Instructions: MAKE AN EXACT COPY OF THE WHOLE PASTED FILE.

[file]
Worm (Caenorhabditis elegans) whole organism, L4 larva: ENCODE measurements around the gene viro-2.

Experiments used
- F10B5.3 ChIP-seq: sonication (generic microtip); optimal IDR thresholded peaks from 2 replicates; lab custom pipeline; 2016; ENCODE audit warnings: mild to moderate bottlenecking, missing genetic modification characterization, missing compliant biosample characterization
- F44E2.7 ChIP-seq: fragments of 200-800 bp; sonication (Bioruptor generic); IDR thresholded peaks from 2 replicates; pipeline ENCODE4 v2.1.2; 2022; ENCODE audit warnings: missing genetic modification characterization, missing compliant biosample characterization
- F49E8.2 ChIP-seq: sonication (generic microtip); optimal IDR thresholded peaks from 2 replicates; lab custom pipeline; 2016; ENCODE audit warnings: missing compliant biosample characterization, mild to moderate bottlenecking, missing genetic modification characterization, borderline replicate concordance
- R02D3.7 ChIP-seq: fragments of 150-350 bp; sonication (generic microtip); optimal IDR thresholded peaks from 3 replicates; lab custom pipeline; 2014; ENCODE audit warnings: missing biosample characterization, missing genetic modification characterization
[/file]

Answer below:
Worm (Caenorhabditis elegans) whole organism, L4 larva: ENCODE measurements around the gene viro-2.

Experiments used
- F10B5.3 ChIP-seq: sonication (generic microtip); optimal IDR thresholded peaks from 2 replicates; lab custom pipeline; 2016; ENCODE audit warnings: mild to moderate bottlenecking, missing genetic modification characterization, missing compliant biosample characterization
- F44E2.7 ChIP-seq: fragments of 200-800 bp; sonication (Bioruptor generic); IDR thresholded peaks from 2 replicates; pipeline ENCODE4 v2.1.2; 2022; ENCODE audit warnings: missing genetic modification characterization, missing compliant biosample characterization
- F49E8.2 ChIP-seq: sonication (generic microtip); optimal IDR thresholded peaks from 2 replicates; lab custom pipeline; 2016; ENCODE audit warnings: missing compliant biosample characterization, mild to moderate bottlenecking, missing genetic modification characterization, borderline replicate concordance
- R02D3.7 ChIP-seq: fragments of 150-350 bp; sonication (generic microtip); optimal IDR thresholded peaks from 3 replicates; lab custom pipeline; 2014; ENCODE audit warnings: missing biosample characterization, missing genetic modification characterization